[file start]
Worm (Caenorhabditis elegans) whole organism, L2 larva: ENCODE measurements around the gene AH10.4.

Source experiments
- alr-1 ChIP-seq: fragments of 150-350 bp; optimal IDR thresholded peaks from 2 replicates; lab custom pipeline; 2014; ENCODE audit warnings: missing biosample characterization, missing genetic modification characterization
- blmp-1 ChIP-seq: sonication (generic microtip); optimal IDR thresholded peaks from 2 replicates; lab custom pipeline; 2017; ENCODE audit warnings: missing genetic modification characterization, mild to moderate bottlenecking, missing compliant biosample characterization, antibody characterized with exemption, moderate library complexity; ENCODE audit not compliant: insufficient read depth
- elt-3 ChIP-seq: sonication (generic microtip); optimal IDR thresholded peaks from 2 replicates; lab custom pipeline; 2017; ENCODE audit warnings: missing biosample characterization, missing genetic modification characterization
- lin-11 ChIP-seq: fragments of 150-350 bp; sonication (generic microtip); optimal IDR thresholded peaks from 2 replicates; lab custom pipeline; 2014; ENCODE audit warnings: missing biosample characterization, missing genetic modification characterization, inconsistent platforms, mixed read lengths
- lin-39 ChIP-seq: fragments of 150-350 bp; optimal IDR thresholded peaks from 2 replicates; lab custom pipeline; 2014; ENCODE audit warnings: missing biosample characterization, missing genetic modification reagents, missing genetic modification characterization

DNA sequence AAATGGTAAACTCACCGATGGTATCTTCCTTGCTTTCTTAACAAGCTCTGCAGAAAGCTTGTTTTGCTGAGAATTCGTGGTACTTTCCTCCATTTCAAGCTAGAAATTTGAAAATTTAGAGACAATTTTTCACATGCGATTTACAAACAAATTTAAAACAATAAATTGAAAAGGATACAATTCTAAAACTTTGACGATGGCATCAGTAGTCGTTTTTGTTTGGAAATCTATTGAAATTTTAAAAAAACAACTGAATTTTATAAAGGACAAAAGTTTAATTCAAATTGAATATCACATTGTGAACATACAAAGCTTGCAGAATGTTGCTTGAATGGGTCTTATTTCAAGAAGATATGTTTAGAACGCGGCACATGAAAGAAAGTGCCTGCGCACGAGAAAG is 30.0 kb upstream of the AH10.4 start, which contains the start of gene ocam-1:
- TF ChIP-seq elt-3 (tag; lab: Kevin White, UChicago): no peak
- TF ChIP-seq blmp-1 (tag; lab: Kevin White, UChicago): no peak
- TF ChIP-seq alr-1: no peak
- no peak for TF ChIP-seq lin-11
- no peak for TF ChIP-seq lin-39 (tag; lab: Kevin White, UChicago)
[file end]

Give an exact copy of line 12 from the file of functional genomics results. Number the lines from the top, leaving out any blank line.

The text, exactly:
- no peak for TF ChIP-seq lin-11